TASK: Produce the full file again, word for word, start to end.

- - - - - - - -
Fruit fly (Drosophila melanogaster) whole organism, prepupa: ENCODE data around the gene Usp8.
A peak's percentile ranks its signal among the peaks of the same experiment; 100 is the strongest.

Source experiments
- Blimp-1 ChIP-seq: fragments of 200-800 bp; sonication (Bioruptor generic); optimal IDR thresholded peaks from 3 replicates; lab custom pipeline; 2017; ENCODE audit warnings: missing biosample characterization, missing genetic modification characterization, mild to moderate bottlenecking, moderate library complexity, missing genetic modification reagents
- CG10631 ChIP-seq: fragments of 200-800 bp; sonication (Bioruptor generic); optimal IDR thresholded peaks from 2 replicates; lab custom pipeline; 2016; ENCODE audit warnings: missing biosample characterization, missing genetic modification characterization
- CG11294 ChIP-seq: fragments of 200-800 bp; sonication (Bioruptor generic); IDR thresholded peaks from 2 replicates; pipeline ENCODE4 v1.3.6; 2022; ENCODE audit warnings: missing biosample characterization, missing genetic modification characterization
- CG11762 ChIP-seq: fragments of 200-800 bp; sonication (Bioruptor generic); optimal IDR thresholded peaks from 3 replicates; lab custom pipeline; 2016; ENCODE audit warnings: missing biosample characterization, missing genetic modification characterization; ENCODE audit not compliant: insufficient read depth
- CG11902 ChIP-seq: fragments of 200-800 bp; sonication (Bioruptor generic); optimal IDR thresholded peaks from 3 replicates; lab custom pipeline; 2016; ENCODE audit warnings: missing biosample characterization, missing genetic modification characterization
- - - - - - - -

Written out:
Fruit fly (Drosophila melanogaster) whole organism, prepupa: ENCODE data around the gene Usp8.
A peak's percentile ranks its signal among the peaks of the same experiment; 100 is the strongest.

Source experiments
- Blimp-1 ChIP-seq: fragments of 200-800 bp; sonication (Bioruptor generic); optimal IDR thresholded peaks from 3 replicates; lab custom pipeline; 2017; ENCODE audit warnings: missing biosample characterization, missing genetic modification characterization, mild to moderate bottlenecking, moderate library complexity, missing genetic modification reagents
- CG10631 ChIP-seq: fragments of 200-800 bp; sonication (Bioruptor generic); optimal IDR thresholded peaks from 2 replicates; lab custom pipeline; 2016; ENCODE audit warnings: missing biosample characterization, missing genetic modification characterization
- CG11294 ChIP-seq: fragments of 200-800 bp; sonication (Bioruptor generic); IDR thresholded peaks from 2 replicates; pipeline ENCODE4 v1.3.6; 2022; ENCODE audit warnings: missing biosample characterization, missing genetic modification characterization
- CG11762 ChIP-seq: fragments of 200-800 bp; sonication (Bioruptor generic); optimal IDR thresholded peaks from 3 replicates; lab custom pipeline; 2016; ENCODE audit warnings: missing biosample characterization, missing genetic modification characterization; ENCODE audit not compliant: insufficient read depth
- CG11902 ChIP-seq: fragments of 200-800 bp; sonication (Bioruptor generic); optimal IDR thresholded peaks from 3 replicates; lab custom pipeline; 2016; ENCODE audit warnings: missing biosample characterization, missing genetic modification characterization